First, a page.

My natural thought was her laptop was full of viruses again (I usually have to give it a good sort out every few months!). So I bought it home, did a full check but all seemed fine and no error messages at my house.

    So I sent it back and she’d getting the same ‘your connection is not secure’ messages!

    The only thing that has changed is her neighbour has just signed up with BT and they went live just before the weekend which is when the connection issues started.

    So could one BT router affect another?

    Premier Icon Cougar
    Subscriber

    Windows 10 perchance? One the options on install is to connect to open Wi-Fi hotspots automatically.

    First thing I’d be doing is making sure that she’s connecting to her own router. Either that or cancelling her contract and leeching the neighbour’s bandwidth. (-:

    toby1
    Member

    It connecting to her neighbours public wifi with fon connection sounds more likely – so the browsers are identifying the connection as a public wifi. Why it connects to that as opposed to her own signal is the puzzling bit though.

    Premier Icon deadkenny
    Subscriber

    scotroutes – Member 
    What is the device? IS she using the BT WiFi app/service that lets you use other folks BT Routers? Is it perhaps connecting to the neighbours “open” side of their BT router instead of her own “closed” side?

    ^^^ This

    BT still have the daft sharing of their routers for public access so they can boast biggest public wifi in the UK, but it’s next to useless in use and a risk to home users who’s PCs try to connect to one of these in preference to their own.

    Go into wifi settings and set it to delete/forget BT WiFI, Fon or Openzone type of connections. Ensure you connect to the actual router and the name/serial matches the router.

    If you have Windows 10 but haven’t got the anniversary update yet, turn off WiFi Sense. This will try to auto connect to known shared and public WiFi, and can pick up the public BT stuff by default or if your own WiFi has poor connection.

    In the Anniversary update they’ve removed WiFi Sense as it was controversial (generally due to misunderstanding. It was never the risk people thought, and actually useful on a mobile or tablet, but does cause confusion. Anyway, there you go, it’s gone now).

    Premier Icon the-muffin-man
    Subscriber

    Connection not secure does sound like either a neighbour has setup an open WiFi connection or the BT WiFi option is enabled and the Windows laptop is picking up the Open connection. If I remember right there’s a ticky box where you can turn off Automatically Connect to Open Networks.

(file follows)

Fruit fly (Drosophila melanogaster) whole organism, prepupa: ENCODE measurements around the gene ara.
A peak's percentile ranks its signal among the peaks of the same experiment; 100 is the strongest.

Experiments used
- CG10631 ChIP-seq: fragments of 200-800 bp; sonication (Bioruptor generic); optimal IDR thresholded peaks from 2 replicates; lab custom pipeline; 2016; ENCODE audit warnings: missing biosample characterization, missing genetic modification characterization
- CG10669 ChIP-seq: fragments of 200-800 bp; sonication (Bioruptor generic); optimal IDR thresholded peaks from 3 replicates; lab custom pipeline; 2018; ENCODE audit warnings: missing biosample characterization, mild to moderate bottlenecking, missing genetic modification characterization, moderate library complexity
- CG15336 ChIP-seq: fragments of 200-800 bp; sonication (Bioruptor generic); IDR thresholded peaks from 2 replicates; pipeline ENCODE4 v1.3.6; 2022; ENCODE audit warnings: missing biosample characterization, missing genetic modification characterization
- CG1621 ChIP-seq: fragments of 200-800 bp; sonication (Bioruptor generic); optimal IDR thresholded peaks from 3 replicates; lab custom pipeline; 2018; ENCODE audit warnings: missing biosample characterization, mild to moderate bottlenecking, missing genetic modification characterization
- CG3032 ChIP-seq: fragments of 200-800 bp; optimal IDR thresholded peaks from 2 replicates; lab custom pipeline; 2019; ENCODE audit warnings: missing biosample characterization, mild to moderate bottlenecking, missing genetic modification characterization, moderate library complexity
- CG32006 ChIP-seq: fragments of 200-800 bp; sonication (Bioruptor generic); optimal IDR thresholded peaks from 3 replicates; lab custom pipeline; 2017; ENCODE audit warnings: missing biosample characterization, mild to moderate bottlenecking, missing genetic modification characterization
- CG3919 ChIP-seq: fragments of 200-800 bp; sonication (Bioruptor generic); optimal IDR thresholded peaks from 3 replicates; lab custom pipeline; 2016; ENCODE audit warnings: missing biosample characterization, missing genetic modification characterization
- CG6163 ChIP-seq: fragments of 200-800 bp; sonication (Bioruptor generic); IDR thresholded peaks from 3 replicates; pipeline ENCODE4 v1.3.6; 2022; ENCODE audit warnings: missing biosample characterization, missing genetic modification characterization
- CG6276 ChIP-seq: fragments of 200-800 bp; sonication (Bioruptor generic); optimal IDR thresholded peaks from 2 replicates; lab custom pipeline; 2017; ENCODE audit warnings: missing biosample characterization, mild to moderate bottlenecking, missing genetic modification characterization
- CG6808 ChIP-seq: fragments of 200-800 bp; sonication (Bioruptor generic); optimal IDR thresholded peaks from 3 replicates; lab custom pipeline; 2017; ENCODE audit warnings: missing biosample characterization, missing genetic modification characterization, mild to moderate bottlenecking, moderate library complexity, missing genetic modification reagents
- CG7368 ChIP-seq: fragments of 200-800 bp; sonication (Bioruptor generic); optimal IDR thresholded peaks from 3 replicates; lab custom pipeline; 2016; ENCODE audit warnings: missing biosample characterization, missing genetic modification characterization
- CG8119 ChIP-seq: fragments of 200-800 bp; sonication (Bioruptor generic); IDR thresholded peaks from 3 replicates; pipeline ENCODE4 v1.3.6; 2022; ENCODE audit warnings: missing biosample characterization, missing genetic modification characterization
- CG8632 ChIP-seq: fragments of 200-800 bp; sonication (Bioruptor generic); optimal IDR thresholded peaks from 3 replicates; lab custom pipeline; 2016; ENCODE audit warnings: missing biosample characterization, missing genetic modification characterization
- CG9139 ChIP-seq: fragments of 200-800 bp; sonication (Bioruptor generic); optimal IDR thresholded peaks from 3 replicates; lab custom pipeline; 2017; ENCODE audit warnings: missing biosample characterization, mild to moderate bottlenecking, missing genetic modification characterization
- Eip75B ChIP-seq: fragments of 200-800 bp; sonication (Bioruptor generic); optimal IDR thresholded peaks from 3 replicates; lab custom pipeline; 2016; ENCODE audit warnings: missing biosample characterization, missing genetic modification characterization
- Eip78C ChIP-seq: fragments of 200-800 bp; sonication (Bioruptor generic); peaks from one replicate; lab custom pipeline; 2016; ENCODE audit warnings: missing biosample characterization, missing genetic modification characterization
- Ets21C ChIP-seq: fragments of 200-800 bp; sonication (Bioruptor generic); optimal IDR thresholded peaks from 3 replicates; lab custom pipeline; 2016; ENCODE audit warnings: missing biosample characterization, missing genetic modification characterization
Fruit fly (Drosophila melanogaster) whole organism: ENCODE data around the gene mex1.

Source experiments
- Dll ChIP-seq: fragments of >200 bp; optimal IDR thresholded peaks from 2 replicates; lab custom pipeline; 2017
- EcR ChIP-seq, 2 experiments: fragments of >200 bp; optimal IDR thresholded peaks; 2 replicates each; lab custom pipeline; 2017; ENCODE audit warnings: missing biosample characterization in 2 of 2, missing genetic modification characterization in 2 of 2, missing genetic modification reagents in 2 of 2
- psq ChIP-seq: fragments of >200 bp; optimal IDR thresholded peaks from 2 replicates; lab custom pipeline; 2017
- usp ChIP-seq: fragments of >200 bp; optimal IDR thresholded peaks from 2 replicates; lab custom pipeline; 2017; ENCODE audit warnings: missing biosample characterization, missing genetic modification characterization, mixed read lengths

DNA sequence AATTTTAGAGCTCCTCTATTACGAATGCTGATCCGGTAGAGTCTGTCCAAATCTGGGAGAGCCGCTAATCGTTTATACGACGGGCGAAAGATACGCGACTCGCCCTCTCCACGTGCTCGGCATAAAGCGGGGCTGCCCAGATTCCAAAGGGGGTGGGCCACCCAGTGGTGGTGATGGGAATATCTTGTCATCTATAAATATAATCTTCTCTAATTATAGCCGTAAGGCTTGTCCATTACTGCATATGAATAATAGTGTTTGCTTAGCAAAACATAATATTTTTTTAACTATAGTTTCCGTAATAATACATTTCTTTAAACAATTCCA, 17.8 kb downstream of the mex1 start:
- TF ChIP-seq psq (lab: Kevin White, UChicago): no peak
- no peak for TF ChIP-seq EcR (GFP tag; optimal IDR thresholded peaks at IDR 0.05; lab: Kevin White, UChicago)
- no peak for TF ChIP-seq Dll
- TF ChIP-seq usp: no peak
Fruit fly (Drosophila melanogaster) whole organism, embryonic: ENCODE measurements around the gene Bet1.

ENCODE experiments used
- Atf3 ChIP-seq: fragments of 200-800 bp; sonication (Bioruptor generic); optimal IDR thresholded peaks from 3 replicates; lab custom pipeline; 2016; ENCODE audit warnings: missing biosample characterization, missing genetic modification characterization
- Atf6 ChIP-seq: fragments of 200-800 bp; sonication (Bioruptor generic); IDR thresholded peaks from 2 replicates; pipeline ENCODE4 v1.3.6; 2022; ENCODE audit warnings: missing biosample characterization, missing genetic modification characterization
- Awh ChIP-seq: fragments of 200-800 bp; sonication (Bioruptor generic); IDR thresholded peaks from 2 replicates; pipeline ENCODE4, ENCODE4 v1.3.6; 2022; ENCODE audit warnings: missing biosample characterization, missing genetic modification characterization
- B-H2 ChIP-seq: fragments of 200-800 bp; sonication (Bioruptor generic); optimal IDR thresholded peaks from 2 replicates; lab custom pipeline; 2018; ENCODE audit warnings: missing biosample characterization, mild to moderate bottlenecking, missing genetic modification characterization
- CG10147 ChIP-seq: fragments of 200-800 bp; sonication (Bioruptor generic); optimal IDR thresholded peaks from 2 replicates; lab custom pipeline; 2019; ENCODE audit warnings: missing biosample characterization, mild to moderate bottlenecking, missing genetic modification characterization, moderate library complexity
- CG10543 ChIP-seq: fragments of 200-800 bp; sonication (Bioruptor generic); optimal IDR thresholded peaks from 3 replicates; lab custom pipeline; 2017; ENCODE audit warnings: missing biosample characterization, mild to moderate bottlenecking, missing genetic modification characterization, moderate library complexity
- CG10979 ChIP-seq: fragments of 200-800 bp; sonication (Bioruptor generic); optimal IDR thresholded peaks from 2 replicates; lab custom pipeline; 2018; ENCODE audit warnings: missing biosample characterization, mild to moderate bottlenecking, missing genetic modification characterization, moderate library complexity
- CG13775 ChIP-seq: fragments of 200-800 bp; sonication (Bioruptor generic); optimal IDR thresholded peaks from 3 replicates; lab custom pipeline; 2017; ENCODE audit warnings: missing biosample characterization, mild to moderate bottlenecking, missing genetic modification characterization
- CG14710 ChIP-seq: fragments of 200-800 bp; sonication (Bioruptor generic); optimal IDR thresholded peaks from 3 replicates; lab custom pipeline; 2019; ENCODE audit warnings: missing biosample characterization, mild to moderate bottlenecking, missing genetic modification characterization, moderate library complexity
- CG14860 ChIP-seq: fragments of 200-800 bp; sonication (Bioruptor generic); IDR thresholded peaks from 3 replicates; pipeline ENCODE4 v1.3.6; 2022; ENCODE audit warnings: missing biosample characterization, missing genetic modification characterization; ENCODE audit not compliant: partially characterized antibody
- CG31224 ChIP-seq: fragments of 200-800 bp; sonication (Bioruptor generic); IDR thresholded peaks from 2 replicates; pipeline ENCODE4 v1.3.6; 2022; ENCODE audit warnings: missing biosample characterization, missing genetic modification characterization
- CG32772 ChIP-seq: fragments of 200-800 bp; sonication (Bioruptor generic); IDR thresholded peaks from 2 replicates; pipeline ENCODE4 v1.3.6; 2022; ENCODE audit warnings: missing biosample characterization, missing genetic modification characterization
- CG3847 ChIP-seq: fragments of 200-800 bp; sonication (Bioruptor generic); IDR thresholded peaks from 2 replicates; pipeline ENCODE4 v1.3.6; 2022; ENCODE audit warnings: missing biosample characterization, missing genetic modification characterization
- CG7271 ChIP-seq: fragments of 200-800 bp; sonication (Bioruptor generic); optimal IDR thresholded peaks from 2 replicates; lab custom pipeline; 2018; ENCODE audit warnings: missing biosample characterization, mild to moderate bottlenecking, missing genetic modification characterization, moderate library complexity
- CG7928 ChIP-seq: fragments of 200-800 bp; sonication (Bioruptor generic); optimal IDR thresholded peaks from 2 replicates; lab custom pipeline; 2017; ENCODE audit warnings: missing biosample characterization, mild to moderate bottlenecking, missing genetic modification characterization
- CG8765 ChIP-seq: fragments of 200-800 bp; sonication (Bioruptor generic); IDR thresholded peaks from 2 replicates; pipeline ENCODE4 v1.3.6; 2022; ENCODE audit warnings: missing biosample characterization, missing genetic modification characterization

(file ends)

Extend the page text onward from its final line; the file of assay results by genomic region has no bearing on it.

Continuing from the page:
Thanks allan23 – this sounds like a likely solution.

    Why it connects to that as opposed to her own signal is the puzzling bit though.

    Not to me! She visits lots of Jigsaw sites that are full of pop-ups. And lets my 11yr nephew play on it for hours unsupervised visiting all sorts of random game website.

    And she never runs Malwarebytes or Defender even though I’ve shown her many times how easy it is.

    Her or my nephew will have fiddled with something.

    Check the time and date on the computer – if it’s wrong the certificates no longer work so getting to most sites becomes a warning fest.

    Premier Icon Cougar
    Subscriber

    Not to me! She visits lots of Jigsaw sites that are full of pop-ups. And lets my 11yr nephew play on it for hours unsupervised visiting all sorts of random game website.

    And she never runs Malwarebytes or Defender even though I’ve shown her many times how easy it is.

    Her or my nephew will have fiddled with something.

    Create a user account (rather than an admin) for the kids. Actually, create one for both to use and change the Admin password.

    Buy Malwarebytes and set it to do scheduled scans. Defender should be scheduled already.

    As much as it pains me to say it, install a pop-up blocker like ABP.

    Install the freeware version of Spyware Blaster; it’s passive protection which blocks known hostile sites.

    CraigW
    Member

    Change the network name (SSID) on your own router to something different.
    Then you can make sure you are connecting to that, and avoid confusion with yet another network named BTHub.